Lawn grasses fall into two general categories: cool-season and warm-season. Each group comprises a wide variety of grasses. Water and fertilizer needs differ between the two groups, and susceptibility to some pests and diseases varies as well. Where you live usually dictates the type of grass you can grow, although cool-season sorts succeed in many areas if given sufficient water.
Most lawn grasses spread by creeping stems growing either aboveground (stolons) or below ground (rhizomes). As the stems advance, they send up shoots, ultimately producing a thick, carpetlike turf.
Unlike almost all other plants, grasses grow from the base, not the tip. After you mow the lawn, the grass blades renew their length from the root end, or new blades sprout from the base.
Like many other plants, grasses prefer a sunny location. If you're considering planting lawn in a deeply shaded area, think first about alternatives. Could the area be covered with nonplant material, such as decorative bark or stone? Would a shade-loving ground cover be a satisfactory substitute for grass? If a lawn is still your top choice, decide how to let as much light as possible into the area; you may be able to thin the canopy of a tree or remove low-growing branches, for example. Given more sunlight, the lawn will be thicker, have fewer weeds, and be better able to resist diseases and pests.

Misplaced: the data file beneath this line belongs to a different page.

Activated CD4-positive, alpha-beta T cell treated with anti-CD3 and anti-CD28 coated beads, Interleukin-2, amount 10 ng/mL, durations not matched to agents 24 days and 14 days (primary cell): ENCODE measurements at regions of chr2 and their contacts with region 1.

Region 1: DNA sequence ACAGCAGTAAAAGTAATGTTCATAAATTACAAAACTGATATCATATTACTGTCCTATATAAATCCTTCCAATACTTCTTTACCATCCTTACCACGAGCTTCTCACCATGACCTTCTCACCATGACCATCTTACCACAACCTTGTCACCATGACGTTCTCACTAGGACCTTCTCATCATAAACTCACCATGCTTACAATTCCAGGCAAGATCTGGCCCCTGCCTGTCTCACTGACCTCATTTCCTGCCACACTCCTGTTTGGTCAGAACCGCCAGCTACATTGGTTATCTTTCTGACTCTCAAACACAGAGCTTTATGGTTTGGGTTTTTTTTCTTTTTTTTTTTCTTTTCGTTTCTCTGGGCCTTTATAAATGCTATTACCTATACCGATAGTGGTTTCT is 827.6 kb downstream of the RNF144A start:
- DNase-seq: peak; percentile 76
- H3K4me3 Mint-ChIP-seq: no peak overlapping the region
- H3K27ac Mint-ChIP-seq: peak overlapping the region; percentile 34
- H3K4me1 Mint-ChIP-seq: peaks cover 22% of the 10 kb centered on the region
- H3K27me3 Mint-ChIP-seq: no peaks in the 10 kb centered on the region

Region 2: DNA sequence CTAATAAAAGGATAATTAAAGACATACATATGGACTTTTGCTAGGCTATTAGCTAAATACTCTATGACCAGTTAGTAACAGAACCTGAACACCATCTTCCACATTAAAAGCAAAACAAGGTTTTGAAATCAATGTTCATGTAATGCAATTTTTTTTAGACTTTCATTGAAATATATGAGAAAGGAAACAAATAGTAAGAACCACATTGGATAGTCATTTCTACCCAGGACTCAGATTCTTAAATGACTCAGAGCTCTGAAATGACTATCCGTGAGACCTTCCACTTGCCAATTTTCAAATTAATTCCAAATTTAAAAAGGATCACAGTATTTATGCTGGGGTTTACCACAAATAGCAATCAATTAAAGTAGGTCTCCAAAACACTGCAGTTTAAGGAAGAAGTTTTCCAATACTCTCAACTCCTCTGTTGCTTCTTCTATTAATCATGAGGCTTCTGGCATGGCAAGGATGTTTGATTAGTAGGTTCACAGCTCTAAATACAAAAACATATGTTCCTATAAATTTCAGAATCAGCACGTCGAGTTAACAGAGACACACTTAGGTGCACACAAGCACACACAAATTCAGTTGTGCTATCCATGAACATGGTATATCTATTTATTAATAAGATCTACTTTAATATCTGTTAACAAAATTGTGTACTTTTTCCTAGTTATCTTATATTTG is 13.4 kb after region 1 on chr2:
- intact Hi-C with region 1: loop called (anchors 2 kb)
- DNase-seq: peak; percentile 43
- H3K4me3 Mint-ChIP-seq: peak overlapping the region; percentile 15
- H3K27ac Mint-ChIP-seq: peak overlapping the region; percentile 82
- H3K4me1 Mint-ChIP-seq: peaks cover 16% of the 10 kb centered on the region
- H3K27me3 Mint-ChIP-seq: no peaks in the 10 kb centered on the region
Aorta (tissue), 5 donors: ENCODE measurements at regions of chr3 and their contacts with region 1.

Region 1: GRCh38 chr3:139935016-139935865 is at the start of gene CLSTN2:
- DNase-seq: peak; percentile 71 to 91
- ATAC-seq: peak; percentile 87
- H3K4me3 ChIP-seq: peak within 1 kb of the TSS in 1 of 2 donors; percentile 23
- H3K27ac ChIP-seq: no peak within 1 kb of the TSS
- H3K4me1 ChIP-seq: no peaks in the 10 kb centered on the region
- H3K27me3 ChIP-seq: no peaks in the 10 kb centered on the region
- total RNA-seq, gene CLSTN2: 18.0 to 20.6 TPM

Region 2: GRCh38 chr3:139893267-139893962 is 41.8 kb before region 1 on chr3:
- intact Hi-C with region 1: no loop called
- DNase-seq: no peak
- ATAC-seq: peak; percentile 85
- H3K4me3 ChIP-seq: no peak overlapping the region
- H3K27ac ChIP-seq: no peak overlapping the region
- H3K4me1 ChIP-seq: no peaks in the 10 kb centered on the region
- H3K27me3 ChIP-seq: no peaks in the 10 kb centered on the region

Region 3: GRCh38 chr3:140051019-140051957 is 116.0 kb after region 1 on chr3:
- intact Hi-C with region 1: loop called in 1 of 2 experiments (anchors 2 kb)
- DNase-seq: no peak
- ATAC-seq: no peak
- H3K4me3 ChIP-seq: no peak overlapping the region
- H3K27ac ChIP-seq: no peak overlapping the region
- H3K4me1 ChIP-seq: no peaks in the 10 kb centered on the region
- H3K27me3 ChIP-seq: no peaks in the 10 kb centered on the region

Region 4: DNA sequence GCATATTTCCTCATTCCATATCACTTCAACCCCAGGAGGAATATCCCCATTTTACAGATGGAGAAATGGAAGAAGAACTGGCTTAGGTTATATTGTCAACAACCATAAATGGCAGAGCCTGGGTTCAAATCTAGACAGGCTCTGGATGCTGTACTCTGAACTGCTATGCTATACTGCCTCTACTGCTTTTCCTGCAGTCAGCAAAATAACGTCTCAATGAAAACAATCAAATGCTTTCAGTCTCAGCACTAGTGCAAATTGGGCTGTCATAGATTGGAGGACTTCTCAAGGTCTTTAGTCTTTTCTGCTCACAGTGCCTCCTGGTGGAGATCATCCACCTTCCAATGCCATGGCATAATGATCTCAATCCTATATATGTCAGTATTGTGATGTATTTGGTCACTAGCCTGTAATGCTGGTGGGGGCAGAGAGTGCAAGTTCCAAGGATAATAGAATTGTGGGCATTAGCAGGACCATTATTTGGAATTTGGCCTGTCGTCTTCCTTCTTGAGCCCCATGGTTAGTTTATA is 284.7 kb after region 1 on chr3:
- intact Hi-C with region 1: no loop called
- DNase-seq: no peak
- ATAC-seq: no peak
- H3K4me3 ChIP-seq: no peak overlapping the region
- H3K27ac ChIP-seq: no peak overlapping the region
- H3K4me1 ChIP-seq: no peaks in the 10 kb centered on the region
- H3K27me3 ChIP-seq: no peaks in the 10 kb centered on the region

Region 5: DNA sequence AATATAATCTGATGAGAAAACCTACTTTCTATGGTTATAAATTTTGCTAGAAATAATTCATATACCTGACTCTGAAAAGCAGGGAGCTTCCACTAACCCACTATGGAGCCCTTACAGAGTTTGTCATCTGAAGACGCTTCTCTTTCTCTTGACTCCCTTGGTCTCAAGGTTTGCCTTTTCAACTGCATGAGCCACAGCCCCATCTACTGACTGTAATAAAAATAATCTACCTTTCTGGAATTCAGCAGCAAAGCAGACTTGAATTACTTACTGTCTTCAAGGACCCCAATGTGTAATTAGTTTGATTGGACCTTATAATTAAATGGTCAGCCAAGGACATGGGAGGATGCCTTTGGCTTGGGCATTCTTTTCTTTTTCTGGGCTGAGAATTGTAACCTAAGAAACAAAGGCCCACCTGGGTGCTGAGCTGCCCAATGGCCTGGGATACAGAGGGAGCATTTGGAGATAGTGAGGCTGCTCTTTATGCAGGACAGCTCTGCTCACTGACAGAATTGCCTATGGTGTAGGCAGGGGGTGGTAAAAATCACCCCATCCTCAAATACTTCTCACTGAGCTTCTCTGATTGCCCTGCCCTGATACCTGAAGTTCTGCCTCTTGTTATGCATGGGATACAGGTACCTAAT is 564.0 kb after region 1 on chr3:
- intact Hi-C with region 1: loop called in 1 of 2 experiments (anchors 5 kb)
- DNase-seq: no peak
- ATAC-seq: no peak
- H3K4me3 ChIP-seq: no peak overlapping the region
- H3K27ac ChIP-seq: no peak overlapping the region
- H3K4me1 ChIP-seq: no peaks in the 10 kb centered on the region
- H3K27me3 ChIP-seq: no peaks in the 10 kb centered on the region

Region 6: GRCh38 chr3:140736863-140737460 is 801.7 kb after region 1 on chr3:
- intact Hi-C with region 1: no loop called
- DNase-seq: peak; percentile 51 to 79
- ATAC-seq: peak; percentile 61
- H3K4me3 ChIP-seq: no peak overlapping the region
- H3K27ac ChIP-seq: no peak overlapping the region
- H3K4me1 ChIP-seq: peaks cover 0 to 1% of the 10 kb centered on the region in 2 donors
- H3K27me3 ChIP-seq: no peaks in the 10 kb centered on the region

Some grasses handle shade better than others; tall fescues and St. Augustine are good choices. Consult a local nursery that carries a wide variety of grasses (both seed and sod) for a list of hybrids best suited to shade.
Let grass in shady conditions grow about an inch higher than you would if it were in sun; this compensates for the plants' reduced ability to manufacture nutrients in low-light conditions. Be sure to water regularly and fertilize at the rate recommended for the particular grass.